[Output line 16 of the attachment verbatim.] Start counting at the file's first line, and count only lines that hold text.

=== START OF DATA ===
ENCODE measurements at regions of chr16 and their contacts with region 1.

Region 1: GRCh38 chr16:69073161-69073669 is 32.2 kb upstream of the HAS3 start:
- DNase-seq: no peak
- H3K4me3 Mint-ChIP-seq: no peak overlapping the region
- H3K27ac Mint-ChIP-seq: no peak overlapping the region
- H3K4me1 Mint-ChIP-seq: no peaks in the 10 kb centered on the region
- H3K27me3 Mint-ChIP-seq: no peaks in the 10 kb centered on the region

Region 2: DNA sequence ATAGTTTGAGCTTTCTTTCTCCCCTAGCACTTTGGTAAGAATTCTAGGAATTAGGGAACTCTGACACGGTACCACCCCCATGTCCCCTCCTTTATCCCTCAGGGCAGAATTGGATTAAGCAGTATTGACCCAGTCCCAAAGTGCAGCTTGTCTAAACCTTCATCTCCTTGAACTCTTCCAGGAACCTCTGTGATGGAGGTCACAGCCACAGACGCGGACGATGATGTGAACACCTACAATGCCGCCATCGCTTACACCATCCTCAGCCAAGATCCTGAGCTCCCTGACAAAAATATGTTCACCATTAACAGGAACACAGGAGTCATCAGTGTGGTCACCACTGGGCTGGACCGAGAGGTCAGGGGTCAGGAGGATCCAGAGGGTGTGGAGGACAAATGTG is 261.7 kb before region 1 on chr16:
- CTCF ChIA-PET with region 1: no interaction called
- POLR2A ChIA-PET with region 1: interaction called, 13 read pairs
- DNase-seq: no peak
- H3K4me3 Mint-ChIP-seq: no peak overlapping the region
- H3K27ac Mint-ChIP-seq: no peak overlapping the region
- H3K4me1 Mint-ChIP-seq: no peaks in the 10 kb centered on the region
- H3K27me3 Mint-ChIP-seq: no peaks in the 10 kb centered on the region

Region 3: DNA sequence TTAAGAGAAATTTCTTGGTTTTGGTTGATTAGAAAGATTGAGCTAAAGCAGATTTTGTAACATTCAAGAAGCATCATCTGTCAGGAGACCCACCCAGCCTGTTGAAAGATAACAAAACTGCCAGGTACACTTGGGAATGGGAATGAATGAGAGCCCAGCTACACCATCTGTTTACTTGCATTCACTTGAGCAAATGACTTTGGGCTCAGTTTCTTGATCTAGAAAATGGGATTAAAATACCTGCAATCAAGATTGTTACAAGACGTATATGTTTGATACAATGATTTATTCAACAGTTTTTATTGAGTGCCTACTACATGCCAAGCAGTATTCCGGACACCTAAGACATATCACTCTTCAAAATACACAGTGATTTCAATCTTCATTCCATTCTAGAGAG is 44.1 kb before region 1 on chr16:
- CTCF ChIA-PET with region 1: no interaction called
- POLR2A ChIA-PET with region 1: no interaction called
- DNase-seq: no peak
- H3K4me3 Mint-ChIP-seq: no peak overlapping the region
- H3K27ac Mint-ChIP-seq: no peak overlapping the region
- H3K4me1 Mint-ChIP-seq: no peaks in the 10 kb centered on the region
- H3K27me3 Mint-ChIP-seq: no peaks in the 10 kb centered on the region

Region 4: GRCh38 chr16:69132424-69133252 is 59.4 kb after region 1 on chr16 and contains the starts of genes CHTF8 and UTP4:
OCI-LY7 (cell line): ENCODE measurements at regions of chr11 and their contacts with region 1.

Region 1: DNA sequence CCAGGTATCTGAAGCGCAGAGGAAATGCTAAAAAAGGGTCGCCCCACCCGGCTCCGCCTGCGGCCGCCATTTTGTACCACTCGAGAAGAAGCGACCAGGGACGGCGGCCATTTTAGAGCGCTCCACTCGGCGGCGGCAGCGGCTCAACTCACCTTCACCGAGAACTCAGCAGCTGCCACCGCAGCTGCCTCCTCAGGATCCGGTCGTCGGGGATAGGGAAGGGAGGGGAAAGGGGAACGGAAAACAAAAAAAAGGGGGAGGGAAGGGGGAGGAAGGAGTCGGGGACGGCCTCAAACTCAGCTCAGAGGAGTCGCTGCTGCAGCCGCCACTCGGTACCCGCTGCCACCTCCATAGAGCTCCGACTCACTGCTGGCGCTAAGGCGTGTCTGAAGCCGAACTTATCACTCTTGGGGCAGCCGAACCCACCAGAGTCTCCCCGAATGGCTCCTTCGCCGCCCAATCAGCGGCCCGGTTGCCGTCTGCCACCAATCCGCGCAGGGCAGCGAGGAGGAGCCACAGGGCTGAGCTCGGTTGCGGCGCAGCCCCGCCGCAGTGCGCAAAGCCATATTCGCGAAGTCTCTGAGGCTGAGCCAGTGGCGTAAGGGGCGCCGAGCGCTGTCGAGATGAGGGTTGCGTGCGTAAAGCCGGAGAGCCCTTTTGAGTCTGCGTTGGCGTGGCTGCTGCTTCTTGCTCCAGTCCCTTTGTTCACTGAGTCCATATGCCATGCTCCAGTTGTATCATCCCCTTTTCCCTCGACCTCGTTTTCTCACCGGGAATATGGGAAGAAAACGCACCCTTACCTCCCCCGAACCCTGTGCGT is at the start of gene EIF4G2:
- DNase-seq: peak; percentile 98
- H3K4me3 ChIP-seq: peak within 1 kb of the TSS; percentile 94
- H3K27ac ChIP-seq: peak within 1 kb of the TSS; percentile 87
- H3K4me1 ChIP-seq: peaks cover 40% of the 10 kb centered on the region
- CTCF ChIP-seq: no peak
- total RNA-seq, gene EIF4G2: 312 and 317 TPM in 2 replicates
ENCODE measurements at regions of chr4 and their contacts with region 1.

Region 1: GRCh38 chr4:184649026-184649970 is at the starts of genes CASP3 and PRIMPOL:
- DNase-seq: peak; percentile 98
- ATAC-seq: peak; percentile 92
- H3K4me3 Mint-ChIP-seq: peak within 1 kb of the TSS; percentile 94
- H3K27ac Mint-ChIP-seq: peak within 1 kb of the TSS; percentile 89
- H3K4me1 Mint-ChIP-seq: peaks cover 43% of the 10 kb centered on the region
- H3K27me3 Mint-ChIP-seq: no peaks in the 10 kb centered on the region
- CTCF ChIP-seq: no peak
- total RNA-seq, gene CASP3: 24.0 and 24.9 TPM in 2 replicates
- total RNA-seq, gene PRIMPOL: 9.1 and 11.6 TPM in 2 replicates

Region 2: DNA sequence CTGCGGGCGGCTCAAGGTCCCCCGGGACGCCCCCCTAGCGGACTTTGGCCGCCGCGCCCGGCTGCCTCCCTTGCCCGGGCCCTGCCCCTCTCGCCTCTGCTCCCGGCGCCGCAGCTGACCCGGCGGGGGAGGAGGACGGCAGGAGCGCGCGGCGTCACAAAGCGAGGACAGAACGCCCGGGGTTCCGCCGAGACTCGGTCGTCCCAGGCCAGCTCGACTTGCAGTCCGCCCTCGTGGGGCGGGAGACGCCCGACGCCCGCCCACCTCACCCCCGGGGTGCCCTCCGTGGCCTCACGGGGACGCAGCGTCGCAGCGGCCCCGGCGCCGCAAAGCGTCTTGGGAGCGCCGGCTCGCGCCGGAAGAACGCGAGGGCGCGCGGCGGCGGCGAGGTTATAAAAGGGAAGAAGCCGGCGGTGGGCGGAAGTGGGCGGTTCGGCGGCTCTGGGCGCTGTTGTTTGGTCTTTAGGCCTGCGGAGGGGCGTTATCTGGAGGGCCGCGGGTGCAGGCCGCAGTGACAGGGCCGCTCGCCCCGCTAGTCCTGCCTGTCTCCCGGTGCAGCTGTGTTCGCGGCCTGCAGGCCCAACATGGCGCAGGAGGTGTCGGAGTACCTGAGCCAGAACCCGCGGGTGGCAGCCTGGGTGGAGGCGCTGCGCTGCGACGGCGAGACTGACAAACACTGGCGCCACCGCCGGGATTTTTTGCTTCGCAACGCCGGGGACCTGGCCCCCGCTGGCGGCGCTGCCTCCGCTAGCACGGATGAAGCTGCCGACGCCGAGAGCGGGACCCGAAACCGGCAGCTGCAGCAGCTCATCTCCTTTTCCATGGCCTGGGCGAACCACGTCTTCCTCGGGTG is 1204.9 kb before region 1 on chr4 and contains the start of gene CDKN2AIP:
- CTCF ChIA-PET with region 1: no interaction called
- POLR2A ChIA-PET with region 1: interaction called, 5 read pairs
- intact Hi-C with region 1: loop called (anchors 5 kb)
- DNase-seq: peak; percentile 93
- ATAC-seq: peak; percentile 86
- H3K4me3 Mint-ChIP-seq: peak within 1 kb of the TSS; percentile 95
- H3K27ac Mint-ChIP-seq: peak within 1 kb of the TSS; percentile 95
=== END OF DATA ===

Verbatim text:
Region 3: DNA sequence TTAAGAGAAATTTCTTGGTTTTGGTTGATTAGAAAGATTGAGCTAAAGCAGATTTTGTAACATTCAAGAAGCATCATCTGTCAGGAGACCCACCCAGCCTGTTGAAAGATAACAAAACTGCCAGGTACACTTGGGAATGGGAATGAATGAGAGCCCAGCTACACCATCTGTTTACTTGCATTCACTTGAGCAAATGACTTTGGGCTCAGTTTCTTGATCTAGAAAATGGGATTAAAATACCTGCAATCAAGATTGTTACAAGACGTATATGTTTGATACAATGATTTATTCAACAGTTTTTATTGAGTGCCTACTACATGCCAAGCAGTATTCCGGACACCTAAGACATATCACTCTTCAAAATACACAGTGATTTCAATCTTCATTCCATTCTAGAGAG is 44.1 kb before region 1 on chr16: